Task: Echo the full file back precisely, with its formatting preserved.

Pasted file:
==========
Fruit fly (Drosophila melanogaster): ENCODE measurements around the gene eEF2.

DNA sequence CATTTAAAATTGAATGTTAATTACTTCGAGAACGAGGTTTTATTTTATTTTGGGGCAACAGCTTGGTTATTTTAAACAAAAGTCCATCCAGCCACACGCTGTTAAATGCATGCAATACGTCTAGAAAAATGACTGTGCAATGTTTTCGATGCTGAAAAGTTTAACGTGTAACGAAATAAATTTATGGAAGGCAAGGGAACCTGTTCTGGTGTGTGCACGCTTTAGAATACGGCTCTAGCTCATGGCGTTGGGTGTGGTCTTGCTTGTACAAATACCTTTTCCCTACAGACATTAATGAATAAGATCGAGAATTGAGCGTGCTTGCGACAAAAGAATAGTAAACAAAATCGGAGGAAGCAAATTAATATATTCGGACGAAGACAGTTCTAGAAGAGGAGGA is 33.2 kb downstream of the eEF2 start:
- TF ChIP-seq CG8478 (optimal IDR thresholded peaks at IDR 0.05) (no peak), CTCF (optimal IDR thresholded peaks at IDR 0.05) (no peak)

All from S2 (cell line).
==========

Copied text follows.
Fruit fly (Drosophila melanogaster): ENCODE measurements around the gene eEF2.

DNA sequence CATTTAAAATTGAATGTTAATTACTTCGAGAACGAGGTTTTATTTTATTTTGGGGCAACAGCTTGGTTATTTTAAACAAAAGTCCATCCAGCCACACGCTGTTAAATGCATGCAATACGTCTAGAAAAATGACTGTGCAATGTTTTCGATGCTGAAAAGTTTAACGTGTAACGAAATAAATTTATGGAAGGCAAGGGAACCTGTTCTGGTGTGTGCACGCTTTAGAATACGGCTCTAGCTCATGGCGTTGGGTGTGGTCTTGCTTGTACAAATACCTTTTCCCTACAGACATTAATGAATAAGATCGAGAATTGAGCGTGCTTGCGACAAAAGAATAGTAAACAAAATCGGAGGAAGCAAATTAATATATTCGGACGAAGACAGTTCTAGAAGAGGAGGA is 33.2 kb downstream of the eEF2 start:
- TF ChIP-seq CG8478 (optimal IDR thresholded peaks at IDR 0.05) (no peak), CTCF (optimal IDR thresholded peaks at IDR 0.05) (no peak)

All from S2 (cell line).